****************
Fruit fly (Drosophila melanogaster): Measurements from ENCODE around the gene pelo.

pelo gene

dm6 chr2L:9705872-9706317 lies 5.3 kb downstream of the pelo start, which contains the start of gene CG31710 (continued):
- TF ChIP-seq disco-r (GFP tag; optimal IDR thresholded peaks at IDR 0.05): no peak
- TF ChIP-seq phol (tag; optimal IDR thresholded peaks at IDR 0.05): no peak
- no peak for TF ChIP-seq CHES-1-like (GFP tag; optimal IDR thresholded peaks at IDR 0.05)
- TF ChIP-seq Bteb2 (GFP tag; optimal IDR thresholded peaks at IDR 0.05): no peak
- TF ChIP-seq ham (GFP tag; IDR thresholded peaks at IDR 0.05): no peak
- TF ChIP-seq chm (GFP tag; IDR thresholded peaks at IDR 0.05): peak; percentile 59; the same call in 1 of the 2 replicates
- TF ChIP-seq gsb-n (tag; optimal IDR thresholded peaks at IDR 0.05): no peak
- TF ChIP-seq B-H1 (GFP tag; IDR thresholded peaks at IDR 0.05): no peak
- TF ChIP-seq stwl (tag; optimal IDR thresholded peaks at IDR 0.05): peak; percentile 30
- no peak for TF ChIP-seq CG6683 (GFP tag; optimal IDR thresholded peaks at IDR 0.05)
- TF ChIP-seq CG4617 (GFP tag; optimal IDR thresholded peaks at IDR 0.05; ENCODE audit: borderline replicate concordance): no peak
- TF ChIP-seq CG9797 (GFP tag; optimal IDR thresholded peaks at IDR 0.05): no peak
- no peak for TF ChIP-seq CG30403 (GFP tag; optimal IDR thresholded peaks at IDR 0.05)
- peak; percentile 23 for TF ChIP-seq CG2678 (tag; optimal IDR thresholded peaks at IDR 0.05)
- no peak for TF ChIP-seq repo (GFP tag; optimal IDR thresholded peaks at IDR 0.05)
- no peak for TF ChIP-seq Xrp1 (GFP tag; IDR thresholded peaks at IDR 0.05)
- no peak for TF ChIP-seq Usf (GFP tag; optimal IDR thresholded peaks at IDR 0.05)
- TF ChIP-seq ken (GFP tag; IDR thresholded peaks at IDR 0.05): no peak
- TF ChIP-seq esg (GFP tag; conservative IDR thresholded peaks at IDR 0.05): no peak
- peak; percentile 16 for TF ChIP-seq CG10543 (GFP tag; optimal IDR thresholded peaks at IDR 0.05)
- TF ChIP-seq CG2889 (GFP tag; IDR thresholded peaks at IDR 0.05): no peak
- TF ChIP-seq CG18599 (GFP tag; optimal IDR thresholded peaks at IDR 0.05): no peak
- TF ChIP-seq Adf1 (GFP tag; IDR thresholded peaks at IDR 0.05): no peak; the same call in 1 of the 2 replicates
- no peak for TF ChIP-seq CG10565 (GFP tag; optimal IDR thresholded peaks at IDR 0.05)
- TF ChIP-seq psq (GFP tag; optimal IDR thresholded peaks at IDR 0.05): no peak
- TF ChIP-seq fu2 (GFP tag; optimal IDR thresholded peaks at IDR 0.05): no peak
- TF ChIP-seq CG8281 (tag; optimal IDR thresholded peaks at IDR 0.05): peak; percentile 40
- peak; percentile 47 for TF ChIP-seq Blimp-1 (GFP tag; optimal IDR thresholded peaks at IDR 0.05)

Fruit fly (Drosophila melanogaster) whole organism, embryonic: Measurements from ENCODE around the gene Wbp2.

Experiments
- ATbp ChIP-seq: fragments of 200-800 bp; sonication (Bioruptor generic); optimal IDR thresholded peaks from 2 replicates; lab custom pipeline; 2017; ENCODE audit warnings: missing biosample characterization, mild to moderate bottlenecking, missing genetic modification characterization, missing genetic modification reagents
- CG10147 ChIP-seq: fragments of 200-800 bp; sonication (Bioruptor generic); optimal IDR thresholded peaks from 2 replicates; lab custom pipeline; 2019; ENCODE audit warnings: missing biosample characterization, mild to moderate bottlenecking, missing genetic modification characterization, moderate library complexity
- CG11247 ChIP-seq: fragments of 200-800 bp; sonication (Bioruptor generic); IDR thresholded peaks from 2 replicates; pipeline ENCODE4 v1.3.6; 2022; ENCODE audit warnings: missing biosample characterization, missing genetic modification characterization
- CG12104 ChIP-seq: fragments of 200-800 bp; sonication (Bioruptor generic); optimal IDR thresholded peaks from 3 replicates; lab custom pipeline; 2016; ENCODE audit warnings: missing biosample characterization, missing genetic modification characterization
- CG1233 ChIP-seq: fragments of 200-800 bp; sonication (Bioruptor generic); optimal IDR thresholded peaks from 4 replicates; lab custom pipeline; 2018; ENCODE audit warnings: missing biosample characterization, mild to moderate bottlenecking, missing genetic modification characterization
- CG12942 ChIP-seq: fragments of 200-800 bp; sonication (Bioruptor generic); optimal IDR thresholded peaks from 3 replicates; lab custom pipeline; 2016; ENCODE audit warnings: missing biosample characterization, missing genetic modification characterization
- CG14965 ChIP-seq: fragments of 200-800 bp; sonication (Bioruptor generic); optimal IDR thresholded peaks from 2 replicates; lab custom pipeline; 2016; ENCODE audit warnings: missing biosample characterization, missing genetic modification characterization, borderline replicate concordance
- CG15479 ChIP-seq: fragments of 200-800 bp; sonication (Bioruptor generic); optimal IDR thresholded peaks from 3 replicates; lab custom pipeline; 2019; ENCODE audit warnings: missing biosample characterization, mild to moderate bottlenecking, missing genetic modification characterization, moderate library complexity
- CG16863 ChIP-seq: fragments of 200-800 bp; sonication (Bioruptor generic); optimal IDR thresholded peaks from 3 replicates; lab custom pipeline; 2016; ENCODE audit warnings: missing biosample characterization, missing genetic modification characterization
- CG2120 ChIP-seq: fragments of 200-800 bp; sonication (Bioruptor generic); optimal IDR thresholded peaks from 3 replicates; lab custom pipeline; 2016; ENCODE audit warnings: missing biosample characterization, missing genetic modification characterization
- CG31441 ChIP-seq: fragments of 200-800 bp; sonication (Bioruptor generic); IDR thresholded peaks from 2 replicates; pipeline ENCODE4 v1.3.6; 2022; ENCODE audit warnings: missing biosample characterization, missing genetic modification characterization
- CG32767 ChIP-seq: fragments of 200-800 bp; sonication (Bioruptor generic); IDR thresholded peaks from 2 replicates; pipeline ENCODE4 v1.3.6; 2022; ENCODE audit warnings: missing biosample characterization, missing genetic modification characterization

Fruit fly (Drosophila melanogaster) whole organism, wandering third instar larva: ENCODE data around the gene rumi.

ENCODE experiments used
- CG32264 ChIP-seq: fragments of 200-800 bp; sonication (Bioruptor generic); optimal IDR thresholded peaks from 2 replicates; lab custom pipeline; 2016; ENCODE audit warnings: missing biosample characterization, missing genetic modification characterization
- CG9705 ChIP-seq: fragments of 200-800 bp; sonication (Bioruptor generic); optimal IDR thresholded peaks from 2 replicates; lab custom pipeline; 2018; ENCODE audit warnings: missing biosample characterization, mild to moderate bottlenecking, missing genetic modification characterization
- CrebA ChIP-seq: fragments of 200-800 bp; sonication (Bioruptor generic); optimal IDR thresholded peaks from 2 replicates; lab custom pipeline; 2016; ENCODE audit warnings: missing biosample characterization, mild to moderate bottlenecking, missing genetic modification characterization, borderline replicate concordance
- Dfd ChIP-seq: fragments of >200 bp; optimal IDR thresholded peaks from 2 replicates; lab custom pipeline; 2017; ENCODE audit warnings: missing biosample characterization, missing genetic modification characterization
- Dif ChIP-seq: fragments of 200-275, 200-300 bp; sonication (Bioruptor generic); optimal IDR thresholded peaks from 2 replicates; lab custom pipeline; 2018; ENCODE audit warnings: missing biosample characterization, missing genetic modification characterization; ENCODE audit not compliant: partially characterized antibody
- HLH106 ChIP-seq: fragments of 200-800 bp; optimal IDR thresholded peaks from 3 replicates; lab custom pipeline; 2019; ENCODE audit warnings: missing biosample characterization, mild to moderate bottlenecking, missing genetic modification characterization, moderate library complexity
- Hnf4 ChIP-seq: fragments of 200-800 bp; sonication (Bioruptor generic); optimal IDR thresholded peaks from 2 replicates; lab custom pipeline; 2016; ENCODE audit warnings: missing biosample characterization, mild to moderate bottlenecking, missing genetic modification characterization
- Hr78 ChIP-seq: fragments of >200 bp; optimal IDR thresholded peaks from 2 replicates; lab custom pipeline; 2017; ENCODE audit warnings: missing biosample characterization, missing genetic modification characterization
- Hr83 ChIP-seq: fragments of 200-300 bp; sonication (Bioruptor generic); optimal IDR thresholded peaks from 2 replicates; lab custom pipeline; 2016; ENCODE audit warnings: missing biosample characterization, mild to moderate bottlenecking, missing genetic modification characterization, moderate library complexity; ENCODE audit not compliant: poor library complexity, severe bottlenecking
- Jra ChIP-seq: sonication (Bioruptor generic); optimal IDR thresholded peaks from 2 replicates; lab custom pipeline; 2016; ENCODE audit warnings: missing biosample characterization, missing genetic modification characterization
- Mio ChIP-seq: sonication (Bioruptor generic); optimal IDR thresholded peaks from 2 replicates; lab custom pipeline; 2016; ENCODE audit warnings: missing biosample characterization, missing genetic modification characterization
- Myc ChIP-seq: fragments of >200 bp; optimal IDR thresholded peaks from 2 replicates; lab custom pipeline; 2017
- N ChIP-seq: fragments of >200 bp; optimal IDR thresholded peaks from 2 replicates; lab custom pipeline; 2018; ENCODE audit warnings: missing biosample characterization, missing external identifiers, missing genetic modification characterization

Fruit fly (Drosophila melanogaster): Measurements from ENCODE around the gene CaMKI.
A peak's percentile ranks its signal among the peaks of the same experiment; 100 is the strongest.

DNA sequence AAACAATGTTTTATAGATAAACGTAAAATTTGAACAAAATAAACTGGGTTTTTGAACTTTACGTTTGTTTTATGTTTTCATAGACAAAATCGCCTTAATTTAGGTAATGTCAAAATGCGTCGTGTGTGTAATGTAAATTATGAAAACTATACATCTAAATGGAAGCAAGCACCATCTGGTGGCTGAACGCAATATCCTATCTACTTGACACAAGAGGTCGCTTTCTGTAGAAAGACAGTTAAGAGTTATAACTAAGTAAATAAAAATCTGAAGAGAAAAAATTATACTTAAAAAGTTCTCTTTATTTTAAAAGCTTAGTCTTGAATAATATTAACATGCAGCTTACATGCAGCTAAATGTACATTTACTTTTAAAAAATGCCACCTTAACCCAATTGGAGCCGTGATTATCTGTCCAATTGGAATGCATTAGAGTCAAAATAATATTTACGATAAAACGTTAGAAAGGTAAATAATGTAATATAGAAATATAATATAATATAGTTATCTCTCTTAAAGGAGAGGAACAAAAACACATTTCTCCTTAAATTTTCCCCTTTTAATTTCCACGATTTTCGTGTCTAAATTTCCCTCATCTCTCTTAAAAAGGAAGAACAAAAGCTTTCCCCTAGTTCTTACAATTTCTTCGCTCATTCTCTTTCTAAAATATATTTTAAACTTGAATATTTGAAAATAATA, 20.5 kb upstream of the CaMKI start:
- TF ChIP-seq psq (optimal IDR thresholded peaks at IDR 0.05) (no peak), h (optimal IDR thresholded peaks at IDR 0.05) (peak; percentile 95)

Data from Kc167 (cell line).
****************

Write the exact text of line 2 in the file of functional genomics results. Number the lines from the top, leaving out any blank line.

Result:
pelo gene